257. Letter From Soviet General Secretary Chernenko to President Reagan1

Dear Mr. President:

I agree completely that the subject of our correspondence requires complete candor.

In the spirit of such frankness, I cannot but object categorically to the fact that the American side continues with its persistent attempts to distort the very essence of our proposal of June 29.2 This is evident from your letter, too.3

You write, for example, that we supposedly proposed that negotiations begin on questions of the “militarization of outer space.” We have, however, proposed and continue to propose that negotiations be conducted on the prevention of the militarization of outer space. These things are different in principle.

Further. An integral part of our proposal of June 29 is the establishment on a mutual basis, beginning from the date of the opening of the negotiations, of a moratorium on the testing and deployment of space weapons. It was also stated quite clearly in my letter to you of July 7.4

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Since in your reply of July 18 you wrote that you accepted our proposal without preconditions,5 we naturally were entitled to believe that you agreed to introduce a moratorium as well. Now, however, the American side refuses to include in the joint statement a provision regarding a moratorium. The question of a moratorium is also passed over in complete silence in your last letter. The conclusion from this is inescapable.

The case is exactly the same as regards the attitude of the American side toward another integral part of the proposal—to the effect that, within the framework of the negotiations, the issue of complete, mutual renunciation of antisatellite systems also be resolved.

Such is the actual state of affairs, Mr. President. The facts show that, stating its acceptance of our proposal without preconditions, the American side actually speaks about negotiations with the aim not of prohibiting but, in fact, of legalizing space weapons. And, in addition, it also drags into them weapons which have nothing at all to do with the subject of the negotiations we have proposed.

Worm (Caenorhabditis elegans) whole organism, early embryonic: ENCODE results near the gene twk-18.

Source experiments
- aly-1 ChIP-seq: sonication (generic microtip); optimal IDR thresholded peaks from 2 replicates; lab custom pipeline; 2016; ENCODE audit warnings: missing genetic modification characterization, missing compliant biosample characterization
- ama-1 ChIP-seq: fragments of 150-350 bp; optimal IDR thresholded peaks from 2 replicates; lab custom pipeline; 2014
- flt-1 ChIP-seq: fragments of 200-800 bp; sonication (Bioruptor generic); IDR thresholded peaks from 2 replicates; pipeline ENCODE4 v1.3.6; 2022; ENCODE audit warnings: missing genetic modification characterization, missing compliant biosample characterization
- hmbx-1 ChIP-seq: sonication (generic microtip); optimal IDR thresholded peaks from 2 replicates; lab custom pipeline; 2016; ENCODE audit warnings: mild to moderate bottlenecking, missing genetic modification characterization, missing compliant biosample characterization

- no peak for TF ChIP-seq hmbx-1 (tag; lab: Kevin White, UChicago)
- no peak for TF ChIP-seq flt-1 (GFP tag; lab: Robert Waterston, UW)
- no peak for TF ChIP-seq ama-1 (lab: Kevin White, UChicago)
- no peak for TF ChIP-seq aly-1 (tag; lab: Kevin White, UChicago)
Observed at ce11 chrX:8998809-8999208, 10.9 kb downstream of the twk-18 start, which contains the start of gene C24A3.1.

You are certainly free, Mr. President, to put forward any proposals of yours. But why should the public be misled by purporting that the U.S. accepts our proposal? Why should the impression be created that the Soviet Union were backing away from its own proposal?

As far as we are concerned, our proposal continues to remain in force, but it is precisely the proposal which was made public in the Statement of the Soviet government of June 29 and which was outlined in my letters to you. We did not put forward any other proposal which could be construed simply as an invitation “to go to Vienna.” Anyone who familiarizes himself with our correspondence can easily see that.

K. Chernenko
  1. Source: Reagan Library, Executive Secretariat, NSC Head of State File, USSR: General Secretary Chernenko (8490847, 8491054). Secret; Sensitive. Sokolov delivered the letter to Dam on July 31. See Document 258. Printed from an unofficial translation. The text of the letter, translated from Russian, was provided by the Soviet Embassy. The oral statement is not attached to this copy of the letter in the Head of State File; however, it is attached to a copy in the Matlock Files. (Reagan Library, Jack Matlock Files, US-USSR Summits, E.3, President/Chernenko Correspondence (1/2))
  2. See Document 233.
  3. See Document 256.
  4. See Document 240.
  5. See Document 247.